By Nasrin Azari, President & CEO, Mobile Reach
Often, the worst thing about a tragedy is how easily it could have been prevented. Recently, 17 people drowned when a duck boat capsized in rough waters in Missouri. More than 17 life jackets were hanging inside the boat, unused. A year prior to the accident, an inspector noted a flaw in the boat’s design that could cause its engines and pumps to fail in rough water. Would the victims have survived if they had been wearing life jackets? Would the boat have stayed afloat had its design flaw been investigated and addressed? We can’t know for certain, but the chances for both would have been improved had safety been top-of-mind for the company and the boat captain.
Field service organizations are beholden to a wide variety of safety metrics that don’t often get the spotlight in marketplace conversations. They are often over-shadowed by metrics related to productivity or quality.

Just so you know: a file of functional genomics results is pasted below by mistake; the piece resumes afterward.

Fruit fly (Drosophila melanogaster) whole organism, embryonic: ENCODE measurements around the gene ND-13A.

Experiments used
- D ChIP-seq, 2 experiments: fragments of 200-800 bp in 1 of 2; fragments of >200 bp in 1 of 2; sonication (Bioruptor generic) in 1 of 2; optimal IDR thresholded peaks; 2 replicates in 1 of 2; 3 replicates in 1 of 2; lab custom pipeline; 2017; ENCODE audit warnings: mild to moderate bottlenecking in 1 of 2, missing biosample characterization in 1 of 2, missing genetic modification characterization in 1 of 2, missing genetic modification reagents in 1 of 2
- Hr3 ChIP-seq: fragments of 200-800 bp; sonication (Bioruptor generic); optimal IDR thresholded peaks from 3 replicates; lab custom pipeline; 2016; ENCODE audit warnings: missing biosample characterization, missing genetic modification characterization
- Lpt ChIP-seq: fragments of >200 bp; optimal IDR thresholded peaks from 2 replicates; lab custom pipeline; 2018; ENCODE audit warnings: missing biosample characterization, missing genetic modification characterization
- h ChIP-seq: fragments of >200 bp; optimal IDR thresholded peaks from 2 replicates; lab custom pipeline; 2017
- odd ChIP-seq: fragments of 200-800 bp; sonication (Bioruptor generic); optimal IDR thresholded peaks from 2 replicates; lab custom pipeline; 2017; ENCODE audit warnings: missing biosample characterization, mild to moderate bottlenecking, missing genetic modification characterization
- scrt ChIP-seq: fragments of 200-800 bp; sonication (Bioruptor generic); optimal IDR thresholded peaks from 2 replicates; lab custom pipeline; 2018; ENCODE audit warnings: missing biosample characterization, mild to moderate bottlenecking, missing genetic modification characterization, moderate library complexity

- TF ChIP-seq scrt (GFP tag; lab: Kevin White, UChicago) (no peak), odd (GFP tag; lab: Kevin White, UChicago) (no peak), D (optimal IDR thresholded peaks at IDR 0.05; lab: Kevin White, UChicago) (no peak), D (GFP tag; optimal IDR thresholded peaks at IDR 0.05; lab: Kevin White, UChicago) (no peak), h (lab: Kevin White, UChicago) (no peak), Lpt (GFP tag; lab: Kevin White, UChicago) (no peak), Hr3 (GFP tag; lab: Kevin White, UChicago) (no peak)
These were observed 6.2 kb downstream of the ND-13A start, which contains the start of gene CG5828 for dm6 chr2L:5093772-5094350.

The single most important priority of field service directors is the safety of field technicians. This is especially true for techs who work in harsh environments, where unexpected weather events can be disastrous; where a single misstep or forgotten precaution can turn a routine task into a dangerous operation.
Performing job safety assessments (JSAs) prior to beginning work is a crucial part of the field technician’s daily schedule. JSAs may become routine; they may even seem superfluous to a technician who wants to quickly dig into the interesting part of his or her job, especially if the JSA takes more time to complete than the actual work itself. Field technicians may use short-cuts, skip over steps, or assume that a piece of equipment is operating correctly based on a cursory review instead of taking hard measurements. No field service director wants an accident to occur on their watch or anyone else’s. Their worst nightmare involves injury or death of one of their workers.